Well, I’m sorry, but me and my shadows, my imperfections and messy humanity cannot be contained by something as limited as an Instagram frame nor a tiny iPhone screen.
I believe we are all much deeper than anything the aspirations promise us. We are wilder, freer, bolder, more scarred, more scared, messier, angrier and more human than that.
Power and P
The pressure of aspiration blames us when we struggle. And while we may have lots of power, our life experiences are impacted by a complex and often competing social, environmental, political, biological, ancestral, systemic influences. The idea that you can simply choose to have a perfect life, through sheer will, isn’t something I
There are structural and systemic prejudices influencing us all, imparting different measures of privilege and persecution.
Goals and Going Harder
Planners and goals products often encourage us to dream bigger and there is a truth in that often people who hold identities which have been marginalised or persecuted can live with internalised oppression and curtail their dreams because they – consciously or unconsciously – don’t think someone who looks/is like them reach that goal.
And while I believe they can and should be able to reach the goals of which they dream, there is a real issue or prejudice and privilege in play. People aren’t dreaming small, just because no one gave them permission to dream bigger. It’s all a little more complex than that, quite frankly.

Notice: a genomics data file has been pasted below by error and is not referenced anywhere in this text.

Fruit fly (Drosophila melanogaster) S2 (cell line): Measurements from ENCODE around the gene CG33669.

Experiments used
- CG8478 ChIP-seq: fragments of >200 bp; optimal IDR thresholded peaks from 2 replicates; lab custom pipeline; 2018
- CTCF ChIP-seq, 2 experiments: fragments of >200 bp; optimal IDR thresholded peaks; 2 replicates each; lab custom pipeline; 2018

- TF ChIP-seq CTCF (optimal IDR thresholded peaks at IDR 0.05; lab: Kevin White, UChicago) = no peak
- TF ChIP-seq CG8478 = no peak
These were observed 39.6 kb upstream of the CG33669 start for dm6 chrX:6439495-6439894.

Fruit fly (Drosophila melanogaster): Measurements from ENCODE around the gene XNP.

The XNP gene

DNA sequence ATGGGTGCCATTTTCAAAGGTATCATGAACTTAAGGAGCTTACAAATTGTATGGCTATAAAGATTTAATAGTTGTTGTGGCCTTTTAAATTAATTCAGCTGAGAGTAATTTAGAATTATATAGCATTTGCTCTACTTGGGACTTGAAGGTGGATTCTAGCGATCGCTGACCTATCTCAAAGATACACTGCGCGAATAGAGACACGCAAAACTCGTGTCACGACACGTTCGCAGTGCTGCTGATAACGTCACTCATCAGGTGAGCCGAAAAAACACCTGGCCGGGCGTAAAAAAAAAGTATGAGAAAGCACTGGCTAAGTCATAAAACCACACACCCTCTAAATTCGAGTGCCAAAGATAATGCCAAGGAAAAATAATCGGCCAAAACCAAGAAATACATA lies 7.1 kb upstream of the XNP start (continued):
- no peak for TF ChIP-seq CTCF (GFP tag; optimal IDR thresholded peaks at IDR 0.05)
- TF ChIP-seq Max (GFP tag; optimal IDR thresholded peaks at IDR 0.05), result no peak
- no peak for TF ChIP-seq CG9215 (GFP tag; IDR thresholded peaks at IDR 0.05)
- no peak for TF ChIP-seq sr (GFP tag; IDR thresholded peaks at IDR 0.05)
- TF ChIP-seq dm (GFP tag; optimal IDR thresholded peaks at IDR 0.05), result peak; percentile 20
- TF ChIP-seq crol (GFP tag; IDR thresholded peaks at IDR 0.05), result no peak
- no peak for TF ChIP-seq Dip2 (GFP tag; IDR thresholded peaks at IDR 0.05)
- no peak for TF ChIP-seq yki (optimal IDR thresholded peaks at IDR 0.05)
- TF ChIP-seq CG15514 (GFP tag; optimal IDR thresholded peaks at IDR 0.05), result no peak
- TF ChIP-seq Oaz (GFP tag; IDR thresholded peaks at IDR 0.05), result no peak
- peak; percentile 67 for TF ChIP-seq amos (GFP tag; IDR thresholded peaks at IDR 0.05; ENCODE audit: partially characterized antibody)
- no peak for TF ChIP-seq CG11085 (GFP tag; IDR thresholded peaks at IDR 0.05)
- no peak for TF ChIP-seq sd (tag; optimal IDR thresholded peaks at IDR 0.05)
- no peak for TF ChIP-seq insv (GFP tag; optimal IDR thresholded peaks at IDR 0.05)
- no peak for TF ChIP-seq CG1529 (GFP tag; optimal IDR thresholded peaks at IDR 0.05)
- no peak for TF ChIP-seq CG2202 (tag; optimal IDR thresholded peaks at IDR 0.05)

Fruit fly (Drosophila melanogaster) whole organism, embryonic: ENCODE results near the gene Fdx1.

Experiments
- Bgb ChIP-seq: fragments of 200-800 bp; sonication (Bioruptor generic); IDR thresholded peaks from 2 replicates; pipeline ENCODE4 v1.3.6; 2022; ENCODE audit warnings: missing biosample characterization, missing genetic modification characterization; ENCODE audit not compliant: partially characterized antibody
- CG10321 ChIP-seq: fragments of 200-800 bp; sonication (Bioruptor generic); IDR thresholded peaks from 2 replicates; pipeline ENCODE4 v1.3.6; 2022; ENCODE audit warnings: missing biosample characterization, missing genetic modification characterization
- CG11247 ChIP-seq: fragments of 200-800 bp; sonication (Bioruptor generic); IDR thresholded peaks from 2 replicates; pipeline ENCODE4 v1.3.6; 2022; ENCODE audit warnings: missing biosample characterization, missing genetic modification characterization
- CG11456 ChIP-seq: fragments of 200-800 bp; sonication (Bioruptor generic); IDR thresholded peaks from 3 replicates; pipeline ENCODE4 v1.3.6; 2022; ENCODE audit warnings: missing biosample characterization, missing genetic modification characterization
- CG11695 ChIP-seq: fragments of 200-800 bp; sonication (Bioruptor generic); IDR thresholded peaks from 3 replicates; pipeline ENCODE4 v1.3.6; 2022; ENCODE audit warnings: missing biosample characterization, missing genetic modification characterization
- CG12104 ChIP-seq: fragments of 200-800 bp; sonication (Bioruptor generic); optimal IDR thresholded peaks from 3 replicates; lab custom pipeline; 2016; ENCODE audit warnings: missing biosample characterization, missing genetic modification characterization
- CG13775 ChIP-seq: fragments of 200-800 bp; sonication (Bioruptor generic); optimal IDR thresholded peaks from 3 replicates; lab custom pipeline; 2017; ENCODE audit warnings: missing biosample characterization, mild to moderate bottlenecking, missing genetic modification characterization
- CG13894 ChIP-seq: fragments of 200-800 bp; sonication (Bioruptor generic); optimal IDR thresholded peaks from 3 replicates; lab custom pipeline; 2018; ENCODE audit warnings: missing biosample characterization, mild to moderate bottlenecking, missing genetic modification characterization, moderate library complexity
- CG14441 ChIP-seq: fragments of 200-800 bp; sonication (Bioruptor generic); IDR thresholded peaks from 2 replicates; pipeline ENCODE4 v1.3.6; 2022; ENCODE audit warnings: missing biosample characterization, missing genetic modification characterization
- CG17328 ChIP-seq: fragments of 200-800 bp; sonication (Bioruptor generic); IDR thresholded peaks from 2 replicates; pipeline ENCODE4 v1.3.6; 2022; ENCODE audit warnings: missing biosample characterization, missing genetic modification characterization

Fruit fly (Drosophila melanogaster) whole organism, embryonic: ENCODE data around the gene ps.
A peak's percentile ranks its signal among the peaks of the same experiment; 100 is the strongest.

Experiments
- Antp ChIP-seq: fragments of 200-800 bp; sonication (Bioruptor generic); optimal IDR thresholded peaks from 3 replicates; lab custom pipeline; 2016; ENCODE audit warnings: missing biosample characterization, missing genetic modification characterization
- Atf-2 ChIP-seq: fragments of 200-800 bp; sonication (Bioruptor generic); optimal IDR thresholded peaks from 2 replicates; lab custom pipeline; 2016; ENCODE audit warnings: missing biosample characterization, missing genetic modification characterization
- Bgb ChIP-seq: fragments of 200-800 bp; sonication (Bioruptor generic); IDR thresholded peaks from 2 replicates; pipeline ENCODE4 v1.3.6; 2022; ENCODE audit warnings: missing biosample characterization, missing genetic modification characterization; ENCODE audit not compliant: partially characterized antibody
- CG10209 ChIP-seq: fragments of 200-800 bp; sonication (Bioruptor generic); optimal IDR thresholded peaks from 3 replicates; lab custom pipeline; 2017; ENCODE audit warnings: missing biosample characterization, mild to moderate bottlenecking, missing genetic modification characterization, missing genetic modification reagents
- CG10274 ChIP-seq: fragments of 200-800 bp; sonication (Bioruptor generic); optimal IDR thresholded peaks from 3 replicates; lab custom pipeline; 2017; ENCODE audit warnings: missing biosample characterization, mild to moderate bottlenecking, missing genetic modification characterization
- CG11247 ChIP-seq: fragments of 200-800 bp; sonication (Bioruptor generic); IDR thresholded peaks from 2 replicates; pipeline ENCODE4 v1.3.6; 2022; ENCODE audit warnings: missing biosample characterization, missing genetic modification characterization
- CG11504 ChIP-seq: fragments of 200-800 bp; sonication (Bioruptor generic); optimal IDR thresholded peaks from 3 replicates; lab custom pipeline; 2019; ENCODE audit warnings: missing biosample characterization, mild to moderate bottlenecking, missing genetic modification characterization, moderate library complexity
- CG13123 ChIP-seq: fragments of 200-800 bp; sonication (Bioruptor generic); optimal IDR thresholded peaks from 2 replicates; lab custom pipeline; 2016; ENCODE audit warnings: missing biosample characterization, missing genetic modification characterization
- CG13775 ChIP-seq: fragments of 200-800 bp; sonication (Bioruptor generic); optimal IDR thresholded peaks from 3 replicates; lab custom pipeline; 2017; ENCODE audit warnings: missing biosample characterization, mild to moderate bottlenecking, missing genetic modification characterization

But it’s much easier to sell someone the idea that they can fix themselves with your instant-download product and finally be happy than it is to acknowledge the complex, intersecting layers or prejudices; racism, sexism, homophobia,
“We think that if we just meditated enough or jogged enough or ate perfect food, everything would be perfect…– Perma Chodron, When Things Fall Apart
Doing this is setting ourselves up for failure because sooner or later, we’re going to have an experience we can’t control: our house is going to burn down, someone we love is going to die, we’re going to find out we have cancer…somebody’s going to spill tomato juice all over our white suit…